Fracking sand dust a likely health hazard

By on April 1, 2013
Earth and Atmosphere News

Fracking sand dust could pose a health risk to workers, according to a report from NPR. Workplace safety experts say the sand is basically silica, the breathing of which has long been known to cause respiratory problems such as silicosis and lung cancer.

Researchers from the National Institute for Occupational Safety and Health studied sand dust levels at 11 fracking sites in Arkansas, Colorado, North Dakota, Pennsylvania and Texas. They found that 79 percent of the air samples collected exceeded recommended silica exposure levels. Though workers at the visited sites wore respirators, researchers say the masks likely don’t provide adequate protection against the levels reported.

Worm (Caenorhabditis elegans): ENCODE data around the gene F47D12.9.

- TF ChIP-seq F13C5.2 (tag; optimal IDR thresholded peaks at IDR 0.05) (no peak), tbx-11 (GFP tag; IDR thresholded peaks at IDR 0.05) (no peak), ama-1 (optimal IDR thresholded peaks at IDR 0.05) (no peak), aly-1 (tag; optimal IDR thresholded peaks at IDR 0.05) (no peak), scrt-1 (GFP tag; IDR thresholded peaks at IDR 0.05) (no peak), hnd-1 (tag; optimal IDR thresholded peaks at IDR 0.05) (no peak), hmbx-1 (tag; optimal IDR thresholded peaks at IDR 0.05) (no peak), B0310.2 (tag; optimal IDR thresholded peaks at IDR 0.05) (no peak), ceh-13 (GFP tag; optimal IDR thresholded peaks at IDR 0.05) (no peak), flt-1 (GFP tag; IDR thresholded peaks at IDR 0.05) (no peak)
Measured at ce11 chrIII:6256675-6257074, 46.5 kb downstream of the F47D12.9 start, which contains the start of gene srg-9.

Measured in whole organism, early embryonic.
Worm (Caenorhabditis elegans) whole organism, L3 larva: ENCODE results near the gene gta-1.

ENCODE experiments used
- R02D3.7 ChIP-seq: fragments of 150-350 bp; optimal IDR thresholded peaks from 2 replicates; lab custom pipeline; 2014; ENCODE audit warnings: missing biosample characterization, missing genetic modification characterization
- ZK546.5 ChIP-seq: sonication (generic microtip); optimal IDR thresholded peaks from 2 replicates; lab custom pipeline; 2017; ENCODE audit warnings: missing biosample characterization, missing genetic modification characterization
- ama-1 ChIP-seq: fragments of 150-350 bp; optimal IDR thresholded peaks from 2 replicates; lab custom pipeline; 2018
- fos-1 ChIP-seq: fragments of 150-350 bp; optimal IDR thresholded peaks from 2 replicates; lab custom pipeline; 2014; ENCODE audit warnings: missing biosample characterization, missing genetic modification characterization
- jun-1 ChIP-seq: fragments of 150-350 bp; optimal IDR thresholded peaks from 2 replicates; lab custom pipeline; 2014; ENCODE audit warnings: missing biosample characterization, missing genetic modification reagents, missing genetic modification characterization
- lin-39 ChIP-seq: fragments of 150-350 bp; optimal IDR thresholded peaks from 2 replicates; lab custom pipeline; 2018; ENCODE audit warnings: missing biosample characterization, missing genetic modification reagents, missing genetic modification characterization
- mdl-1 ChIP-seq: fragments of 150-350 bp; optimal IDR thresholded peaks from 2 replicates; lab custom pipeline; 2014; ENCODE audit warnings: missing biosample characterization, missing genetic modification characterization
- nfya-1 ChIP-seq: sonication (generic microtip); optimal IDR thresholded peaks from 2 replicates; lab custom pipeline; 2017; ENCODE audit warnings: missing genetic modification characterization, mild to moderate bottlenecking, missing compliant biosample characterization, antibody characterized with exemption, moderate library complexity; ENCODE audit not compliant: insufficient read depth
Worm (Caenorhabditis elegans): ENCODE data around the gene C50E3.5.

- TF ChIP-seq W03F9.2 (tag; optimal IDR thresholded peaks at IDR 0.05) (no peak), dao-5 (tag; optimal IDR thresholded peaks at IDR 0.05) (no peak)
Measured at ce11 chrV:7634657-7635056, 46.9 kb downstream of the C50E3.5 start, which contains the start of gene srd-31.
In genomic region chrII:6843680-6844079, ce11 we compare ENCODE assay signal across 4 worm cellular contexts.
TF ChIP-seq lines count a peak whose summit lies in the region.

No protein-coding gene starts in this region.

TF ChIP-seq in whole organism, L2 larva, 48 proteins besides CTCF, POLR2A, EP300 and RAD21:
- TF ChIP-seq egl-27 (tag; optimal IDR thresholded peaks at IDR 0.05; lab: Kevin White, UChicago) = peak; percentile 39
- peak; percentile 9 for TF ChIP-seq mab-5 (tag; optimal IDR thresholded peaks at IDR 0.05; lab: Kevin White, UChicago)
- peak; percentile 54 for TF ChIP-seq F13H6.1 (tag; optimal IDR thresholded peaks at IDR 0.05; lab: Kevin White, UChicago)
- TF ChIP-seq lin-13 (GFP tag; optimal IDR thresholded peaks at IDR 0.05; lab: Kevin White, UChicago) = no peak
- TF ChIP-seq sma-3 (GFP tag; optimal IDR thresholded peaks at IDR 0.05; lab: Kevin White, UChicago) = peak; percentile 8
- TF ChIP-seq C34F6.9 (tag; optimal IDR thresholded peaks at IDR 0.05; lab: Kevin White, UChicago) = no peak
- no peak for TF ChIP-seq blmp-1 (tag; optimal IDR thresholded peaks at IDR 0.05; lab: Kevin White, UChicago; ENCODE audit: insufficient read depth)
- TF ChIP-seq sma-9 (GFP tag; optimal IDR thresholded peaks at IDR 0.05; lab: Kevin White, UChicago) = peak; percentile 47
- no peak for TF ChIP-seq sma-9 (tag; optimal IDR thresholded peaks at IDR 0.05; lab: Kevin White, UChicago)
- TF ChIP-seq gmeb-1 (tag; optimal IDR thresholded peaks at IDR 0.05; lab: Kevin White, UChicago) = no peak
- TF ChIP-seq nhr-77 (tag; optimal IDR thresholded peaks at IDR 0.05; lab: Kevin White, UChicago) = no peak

The fracking process uses a mixture of water, chemicals and sand that’s pumped into the ground to create fractures in rock. Sand props the fractures open so that oil and gas can be released. On worksites, sand dust has been found to come off haulers, mixing stations and sand piles.

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